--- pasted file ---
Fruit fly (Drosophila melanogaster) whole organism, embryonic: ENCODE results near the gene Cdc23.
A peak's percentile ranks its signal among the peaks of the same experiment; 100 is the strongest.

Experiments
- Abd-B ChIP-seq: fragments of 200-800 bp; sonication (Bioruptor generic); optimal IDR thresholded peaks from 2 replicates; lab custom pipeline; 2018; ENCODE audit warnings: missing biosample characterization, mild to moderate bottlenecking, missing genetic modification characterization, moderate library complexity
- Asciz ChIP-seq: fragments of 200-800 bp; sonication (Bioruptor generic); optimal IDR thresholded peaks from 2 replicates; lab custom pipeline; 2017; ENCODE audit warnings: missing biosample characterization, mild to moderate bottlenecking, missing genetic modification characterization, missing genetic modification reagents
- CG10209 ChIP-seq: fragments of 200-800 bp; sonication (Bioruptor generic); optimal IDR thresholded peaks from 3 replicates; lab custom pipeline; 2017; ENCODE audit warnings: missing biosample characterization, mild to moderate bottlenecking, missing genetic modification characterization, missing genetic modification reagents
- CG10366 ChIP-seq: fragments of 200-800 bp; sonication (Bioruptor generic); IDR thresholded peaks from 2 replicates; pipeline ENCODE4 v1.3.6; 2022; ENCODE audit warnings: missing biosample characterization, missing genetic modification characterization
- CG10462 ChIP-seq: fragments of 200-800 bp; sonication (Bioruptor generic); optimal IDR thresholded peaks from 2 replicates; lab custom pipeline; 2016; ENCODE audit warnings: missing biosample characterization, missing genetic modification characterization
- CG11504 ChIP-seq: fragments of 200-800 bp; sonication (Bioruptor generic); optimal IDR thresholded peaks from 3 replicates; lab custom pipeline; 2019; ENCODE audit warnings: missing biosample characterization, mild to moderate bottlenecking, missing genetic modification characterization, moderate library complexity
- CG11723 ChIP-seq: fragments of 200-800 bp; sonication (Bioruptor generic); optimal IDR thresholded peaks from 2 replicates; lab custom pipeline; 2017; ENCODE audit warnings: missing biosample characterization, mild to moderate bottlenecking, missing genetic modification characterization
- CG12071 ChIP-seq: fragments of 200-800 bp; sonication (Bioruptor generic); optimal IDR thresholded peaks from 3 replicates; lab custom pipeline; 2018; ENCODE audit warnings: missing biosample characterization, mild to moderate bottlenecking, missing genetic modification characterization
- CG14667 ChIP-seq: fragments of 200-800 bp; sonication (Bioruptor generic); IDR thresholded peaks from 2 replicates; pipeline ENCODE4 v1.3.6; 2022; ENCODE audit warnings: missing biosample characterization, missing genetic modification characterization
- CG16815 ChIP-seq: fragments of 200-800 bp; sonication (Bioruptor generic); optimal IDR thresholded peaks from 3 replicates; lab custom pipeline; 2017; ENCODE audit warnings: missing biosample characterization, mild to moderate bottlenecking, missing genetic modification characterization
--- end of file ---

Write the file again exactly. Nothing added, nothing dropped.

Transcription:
Fruit fly (Drosophila melanogaster) whole organism, embryonic: ENCODE results near the gene Cdc23.
A peak's percentile ranks its signal among the peaks of the same experiment; 100 is the strongest.

Experiments
- Abd-B ChIP-seq: fragments of 200-800 bp; sonication (Bioruptor generic); optimal IDR thresholded peaks from 2 replicates; lab custom pipeline; 2018; ENCODE audit warnings: missing biosample characterization, mild to moderate bottlenecking, missing genetic modification characterization, moderate library complexity
- Asciz ChIP-seq: fragments of 200-800 bp; sonication (Bioruptor generic); optimal IDR thresholded peaks from 2 replicates; lab custom pipeline; 2017; ENCODE audit warnings: missing biosample characterization, mild to moderate bottlenecking, missing genetic modification characterization, missing genetic modification reagents
- CG10209 ChIP-seq: fragments of 200-800 bp; sonication (Bioruptor generic); optimal IDR thresholded peaks from 3 replicates; lab custom pipeline; 2017; ENCODE audit warnings: missing biosample characterization, mild to moderate bottlenecking, missing genetic modification characterization, missing genetic modification reagents
- CG10366 ChIP-seq: fragments of 200-800 bp; sonication (Bioruptor generic); IDR thresholded peaks from 2 replicates; pipeline ENCODE4 v1.3.6; 2022; ENCODE audit warnings: missing biosample characterization, missing genetic modification characterization
- CG10462 ChIP-seq: fragments of 200-800 bp; sonication (Bioruptor generic); optimal IDR thresholded peaks from 2 replicates; lab custom pipeline; 2016; ENCODE audit warnings: missing biosample characterization, missing genetic modification characterization
- CG11504 ChIP-seq: fragments of 200-800 bp; sonication (Bioruptor generic); optimal IDR thresholded peaks from 3 replicates; lab custom pipeline; 2019; ENCODE audit warnings: missing biosample characterization, mild to moderate bottlenecking, missing genetic modification characterization, moderate library complexity
- CG11723 ChIP-seq: fragments of 200-800 bp; sonication (Bioruptor generic); optimal IDR thresholded peaks from 2 replicates; lab custom pipeline; 2017; ENCODE audit warnings: missing biosample characterization, mild to moderate bottlenecking, missing genetic modification characterization
- CG12071 ChIP-seq: fragments of 200-800 bp; sonication (Bioruptor generic); optimal IDR thresholded peaks from 3 replicates; lab custom pipeline; 2018; ENCODE audit warnings: missing biosample characterization, mild to moderate bottlenecking, missing genetic modification characterization
- CG14667 ChIP-seq: fragments of 200-800 bp; sonication (Bioruptor generic); IDR thresholded peaks from 2 replicates; pipeline ENCODE4 v1.3.6; 2022; ENCODE audit warnings: missing biosample characterization, missing genetic modification characterization
- CG16815 ChIP-seq: fragments of 200-800 bp; sonication (Bioruptor generic); optimal IDR thresholded peaks from 3 replicates; lab custom pipeline; 2017; ENCODE audit warnings: missing biosample characterization, mild to moderate bottlenecking, missing genetic modification characterization